He removed the high places and broke the pillars and cut down the Asherah. And he broke in pieces the bronze serpent that Moses had made, for until those days the people of Israel had made offerings to it (it was called Nehushtan). -2 Kings 18:4
You may remember this story when the bronze snake was first instituted (Numbers 21). The children of Israel were wondering around the wilderness and in typical fashion started to complain about not having enough food or water and wondering around in the desert. A modern day equivalent is what youth pastors go through on youth trips when asking the kids if they want to eat at McDonald’s or Wendy’s.
In all seriousness, God sends poisonous snakes to bite them to show them only He has the power of life and death. When the children of Israel finally realize they are wrong and repent, they turn to God. God tells Moses to build a bronze snake and when the people look at it they will be healed of snake bites. It’s actually a beautiful picture of the Gospel. But, what happened then in 2 Kings 18?
The Israelites took a beautiful picture of the Gospel and started to WORSHIP that picture. It became an idol. In my own life, I’m amazed at how many good things I can turn into bad things.
In church life, it’s also pretty evident. There are a number of things in our churches that we do that may have been a good thing at one time, but now it’s become a bad thing. If that thing was gone, people would be incredibly upset. Here are some examples.
Like any of the examples below, buildings are of great benefit to churches. They provide meeting space, sometimes classroom space, office space, and a place to send your mail. As a church plant, it is difficult to operate sometimes when you’re not sure where to meet. You may see another church and think that it would be awesome to have a space like that one day. Many churches utilize their buildings throughout the week doing programs and projects and allowing other like-minded groups to use their space. That’s a great benefit for the kingdom.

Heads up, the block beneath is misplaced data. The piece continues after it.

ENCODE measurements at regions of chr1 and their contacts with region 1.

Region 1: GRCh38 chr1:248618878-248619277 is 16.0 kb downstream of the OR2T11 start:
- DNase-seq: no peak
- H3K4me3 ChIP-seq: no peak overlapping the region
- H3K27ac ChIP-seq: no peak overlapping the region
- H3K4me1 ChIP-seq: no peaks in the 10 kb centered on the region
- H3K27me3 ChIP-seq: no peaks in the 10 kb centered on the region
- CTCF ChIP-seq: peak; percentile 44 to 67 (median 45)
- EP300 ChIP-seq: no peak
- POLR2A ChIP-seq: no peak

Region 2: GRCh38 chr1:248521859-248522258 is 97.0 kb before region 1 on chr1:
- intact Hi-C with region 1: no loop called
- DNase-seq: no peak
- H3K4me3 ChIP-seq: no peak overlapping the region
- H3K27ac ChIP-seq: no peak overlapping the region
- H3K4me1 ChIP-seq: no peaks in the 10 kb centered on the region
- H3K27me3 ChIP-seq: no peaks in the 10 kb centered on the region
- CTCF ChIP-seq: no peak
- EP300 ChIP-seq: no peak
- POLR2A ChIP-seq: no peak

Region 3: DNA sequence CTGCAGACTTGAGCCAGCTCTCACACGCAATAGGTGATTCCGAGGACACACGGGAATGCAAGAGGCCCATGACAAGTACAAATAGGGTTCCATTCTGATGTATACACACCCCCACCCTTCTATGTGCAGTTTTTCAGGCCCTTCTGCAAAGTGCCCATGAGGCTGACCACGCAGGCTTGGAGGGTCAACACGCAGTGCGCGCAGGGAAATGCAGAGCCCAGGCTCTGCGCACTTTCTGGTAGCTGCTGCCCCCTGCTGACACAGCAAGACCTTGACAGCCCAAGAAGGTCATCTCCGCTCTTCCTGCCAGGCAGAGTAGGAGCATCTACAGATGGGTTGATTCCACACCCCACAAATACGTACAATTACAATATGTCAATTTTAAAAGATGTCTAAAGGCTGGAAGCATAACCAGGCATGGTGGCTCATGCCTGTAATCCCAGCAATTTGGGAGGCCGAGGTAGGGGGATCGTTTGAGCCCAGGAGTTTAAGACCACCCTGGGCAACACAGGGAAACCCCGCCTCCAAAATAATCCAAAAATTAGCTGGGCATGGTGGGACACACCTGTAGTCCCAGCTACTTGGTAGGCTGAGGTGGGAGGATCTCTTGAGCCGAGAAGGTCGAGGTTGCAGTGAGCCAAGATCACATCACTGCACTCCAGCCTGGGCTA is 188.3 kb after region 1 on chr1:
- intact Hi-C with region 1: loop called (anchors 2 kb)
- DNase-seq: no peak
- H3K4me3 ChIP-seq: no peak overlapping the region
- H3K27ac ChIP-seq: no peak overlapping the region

We don’t necessarily need buildings to be a church. Buildings just make it easier for us to do what we nee to do. In China and India, believers meet in their homes. If we had to for whatever reason, we could find creative places to meet. Over time, people look at their buildings and they think, “Wow, look at our beautiful facilities.” They may even be struggling financially, but instead of selling their facilities and rethinking what they are doing, they eventually go into financial trouble because of their buildings.
Buildings are good, but they can often be idols.
People sometimes think they have to have “x” in their worship service (“x” could be piano, organ, guitar, drums, choirs, handbells, interpretive movement, etc.), but what is required? Psalms talks about praising God with stringed instruments, drums, and other instruments we don’t use today. Nobody tries to recreate Old Testament music instruments in their worship services, but if we were consistent our main instrument would be the lyre. I have no idea what that even is.
What is required from our worship services in regards to music? I think it’s really two things. Right words and right posture. We want to make sure the words we are singing are theologically correct. This means we shouldn’t sing heresy or false doctrine. Also, right posture is in the way we sing. Posture is about realizing who we are singing to which is God. It also means that we aren’t performing as if we were in a show. We aren’t doing things just because it’s the way we’ve always done them. We sing because God deserves the praise from our mouths.
Every church has programs they love. Programs can be good helping people share the Gospel more or disciple people more. Programs may even help children’s or youth ministries. But, programs are notorious for taking on a life of their own. They become the center focus of a church instead of the worship and glory of God.
4. Systems and Processes.
These are all the ways that you do things. For example, every church has a way that they handle contributions. Money comes in either online, Sunday morning offering, or offering box. That money has to be counted, deposited, and contributions recorded. There is a system in place to do that. There are systems for enlisting new volunteers, starting new groups, planning a worship service, assimilating new members, and many many more. I’m sure most churches easily have 15-30 systems all the time.
Systems are put in place to solve problems, and good systems handle big problems often for many years. However, over time, those problems might go away, or the church changes in growth, or technology allows those systems to be made easier. Instead of questioning the system, people would rather not change because they think “this is the way thing are always done.”